Mohamed is 23. When Ebola struck Barkedu, he was on break from his studies in the capital, Monrovia, and visiting his family here in town.

He and his parents became sick. Both his parents died. But after a hellish stay in an Ebola treatment center, about a half-day’s drive away, Mohamed survived.

Mohamed said he can’t return to Monrovia to resume his studies. He’s now the sole caretaker of his six younger brothers and sisters.

His siblings have missed more than seven months of school themselves. The local primary school was shut down in July. It finally reopened in February.

A Painful Truth

Like the school, Barkedu’s health clinic was shut down because of Ebola. It had no capacity to treat the disease.

Sylvester Dunber (left) is a registered nurse who’s known as the village doctor. He said the clinic never technically closed; people just didn’t want to hear what he had to tell them.

When people started getting sick and dying, he told them Ebola was real. They refused to go to the Ebola treatment center in Foya, a half-day’s drive away. His friends begged him for things they thought might help, like an intravenous drip.

He said the people of Barkedu have forgiven him for what they saw as his refusal to help. What still troubles him, though, is that he also lost friends, like the clinic’s community health volunteer.

In God’s Hands

At the other end of town, we found a neighborhood perhaps best described as ground zero for Ebola in Barkedu. This is where the family of Laiye Barwor, Barkedu’s first Ebola case, lives — or lived. Few adults survived.

Mamuedeh Kanneh is one of them. She is the only adult survivor from Laiye Barwor’s family, which included her husband and four other wives, or “mates,” as she calls them. She recalled what happened back in June.

She wonders why she survived. She thinks it must be God’s will. She became the children’s sole guardian. And because she’s the village chairwoman, people brought her more orphans to care for.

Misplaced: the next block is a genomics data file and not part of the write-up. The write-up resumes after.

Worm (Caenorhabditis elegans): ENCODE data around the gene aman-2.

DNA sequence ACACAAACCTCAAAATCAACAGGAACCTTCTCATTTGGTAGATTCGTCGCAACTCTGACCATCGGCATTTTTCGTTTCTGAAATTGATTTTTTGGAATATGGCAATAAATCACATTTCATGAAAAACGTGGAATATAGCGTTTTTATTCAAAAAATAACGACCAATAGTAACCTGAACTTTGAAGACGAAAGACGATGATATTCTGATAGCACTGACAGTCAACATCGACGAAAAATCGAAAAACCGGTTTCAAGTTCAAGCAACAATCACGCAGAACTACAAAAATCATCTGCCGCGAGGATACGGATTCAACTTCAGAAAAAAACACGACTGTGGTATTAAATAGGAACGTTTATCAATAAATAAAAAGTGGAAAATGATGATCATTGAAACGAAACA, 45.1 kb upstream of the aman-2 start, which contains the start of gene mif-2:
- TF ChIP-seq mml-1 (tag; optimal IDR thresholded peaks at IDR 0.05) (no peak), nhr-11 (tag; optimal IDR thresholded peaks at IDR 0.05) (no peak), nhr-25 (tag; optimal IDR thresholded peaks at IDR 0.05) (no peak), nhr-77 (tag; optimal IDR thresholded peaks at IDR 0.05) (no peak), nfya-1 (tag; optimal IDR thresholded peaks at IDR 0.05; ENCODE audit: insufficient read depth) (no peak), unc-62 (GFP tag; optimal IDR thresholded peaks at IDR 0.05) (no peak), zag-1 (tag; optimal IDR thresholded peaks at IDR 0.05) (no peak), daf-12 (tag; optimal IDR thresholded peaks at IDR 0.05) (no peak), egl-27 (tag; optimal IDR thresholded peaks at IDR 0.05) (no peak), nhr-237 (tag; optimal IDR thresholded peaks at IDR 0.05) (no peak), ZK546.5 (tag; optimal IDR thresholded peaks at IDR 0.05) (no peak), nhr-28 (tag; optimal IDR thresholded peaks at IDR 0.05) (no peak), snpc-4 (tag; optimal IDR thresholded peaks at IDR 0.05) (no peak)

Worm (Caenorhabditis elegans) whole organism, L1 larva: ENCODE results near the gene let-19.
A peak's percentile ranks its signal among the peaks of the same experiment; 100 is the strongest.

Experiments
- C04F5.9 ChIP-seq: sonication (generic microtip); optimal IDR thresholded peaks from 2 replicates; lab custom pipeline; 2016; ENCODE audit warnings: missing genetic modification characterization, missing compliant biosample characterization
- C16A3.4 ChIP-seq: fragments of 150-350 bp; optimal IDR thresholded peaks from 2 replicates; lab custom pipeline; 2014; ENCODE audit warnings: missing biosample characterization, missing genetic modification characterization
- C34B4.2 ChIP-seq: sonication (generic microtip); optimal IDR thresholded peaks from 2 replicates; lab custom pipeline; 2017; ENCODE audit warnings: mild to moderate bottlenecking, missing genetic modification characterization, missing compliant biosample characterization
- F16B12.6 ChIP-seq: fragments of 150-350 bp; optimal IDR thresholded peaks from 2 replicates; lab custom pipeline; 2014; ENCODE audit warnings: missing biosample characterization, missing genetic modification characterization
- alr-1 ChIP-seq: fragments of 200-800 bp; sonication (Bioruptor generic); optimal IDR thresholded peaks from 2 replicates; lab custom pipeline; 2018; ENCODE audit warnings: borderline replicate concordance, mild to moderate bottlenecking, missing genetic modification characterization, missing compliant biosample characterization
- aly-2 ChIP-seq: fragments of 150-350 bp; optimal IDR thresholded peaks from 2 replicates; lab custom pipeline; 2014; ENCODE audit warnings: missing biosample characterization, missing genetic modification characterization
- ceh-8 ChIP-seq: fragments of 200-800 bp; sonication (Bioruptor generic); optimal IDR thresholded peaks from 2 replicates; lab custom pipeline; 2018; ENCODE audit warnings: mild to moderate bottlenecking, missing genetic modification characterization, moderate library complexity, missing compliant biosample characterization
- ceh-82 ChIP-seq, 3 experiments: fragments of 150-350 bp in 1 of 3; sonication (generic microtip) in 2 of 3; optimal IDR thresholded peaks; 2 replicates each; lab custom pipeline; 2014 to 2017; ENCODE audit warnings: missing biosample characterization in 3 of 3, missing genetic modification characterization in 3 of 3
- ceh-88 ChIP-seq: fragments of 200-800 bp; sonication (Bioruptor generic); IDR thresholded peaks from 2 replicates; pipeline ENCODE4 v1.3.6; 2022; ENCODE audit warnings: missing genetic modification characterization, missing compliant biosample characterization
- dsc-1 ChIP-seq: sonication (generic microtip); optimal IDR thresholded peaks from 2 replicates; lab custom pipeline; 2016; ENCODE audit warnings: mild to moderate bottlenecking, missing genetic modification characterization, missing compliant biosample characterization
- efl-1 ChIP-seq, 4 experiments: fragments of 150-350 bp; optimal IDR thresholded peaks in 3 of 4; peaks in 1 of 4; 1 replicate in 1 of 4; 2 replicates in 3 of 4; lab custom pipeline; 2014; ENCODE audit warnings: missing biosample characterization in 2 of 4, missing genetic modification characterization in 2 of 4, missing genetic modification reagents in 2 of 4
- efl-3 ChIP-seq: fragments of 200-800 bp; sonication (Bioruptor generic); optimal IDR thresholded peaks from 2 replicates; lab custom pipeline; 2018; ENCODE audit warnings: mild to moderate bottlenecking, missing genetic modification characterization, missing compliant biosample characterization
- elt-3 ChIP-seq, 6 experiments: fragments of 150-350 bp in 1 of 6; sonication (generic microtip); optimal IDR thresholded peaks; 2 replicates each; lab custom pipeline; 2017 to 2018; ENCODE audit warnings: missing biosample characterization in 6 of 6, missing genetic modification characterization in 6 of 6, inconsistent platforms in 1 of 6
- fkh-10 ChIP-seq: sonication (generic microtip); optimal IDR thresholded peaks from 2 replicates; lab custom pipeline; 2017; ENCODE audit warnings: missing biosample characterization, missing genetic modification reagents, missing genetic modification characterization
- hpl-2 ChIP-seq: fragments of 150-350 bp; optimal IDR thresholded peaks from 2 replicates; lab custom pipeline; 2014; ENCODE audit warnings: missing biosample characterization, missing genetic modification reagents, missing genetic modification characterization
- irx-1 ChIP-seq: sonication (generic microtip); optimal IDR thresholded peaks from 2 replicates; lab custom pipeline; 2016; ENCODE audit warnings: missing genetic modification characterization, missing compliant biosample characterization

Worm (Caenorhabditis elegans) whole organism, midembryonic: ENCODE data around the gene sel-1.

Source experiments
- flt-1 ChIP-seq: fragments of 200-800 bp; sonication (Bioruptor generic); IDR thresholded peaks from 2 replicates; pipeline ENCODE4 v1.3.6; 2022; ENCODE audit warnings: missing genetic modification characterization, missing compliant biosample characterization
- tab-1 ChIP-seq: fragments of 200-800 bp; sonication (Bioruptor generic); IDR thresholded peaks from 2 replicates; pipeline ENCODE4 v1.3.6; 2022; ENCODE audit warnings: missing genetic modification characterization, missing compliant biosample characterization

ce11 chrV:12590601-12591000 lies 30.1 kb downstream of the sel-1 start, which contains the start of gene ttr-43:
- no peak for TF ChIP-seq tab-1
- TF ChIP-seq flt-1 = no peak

She and her children eat what they can find in the forest or earn by finding small jobs. One day it’s a bowl of groundnuts. Other days it’s a cup of rice. She and her 13 charges all live hand-to-mouth.

Her neighbor is Mabonqu Kamara. She was married to a man who studied under Laiye Barwor’s father, the imam. He also died of Ebola, leaving Mabonqu alone to care for their kids.

It took a long time for the town to accept the survivors from this small corner of the village. Fearful of catching Ebola, the children’s friends shunned them. The kids became terrified to go out in public.

Mamuedeh Kanneh is trying to build back the children’s confidence. She sends them on small errands around the village so they can see that people are no longer afraid of them.

Some of the children she took in have other family members in the village. Mamuedeh does not blame them for not coming to claim their relatives. She says people are overburdened and hungry; they will come when they are ready.

She considers herself their mother now. Even if she takes care of them for the rest of their lives, she says, she won’t mind.

She thanks God that Ebola is over. It is better now, she says. Things are improving. God is responsible for all things, she says — the future is in God’s hands.

At least 21,000 people have been infected since the Ebola outbreak began in West Africa. Well over 8,500 people have died. Officials say these numbers underestimate the true toll.

The number of family members and friends who have been affected by the disease is uncounted. The epidemic continues in other parts of Liberia, Sierra Leone and Guinea.

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Our coverage of Ebola continues on Goats and Soda, NPR’s global health blog.

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Project Credits

Written and photographed by John Poole

Audio production: Sami Yenigun

Design and development: Wes Lindamood and Tyler Fisher

Translations: Mohamed Trawally

Additional photography: Tommy Trenchard

Project manager: Becky Lettenberger

Sr. Editors: Kainaz Amaria, Ben de la Cruz and Vikki Valentine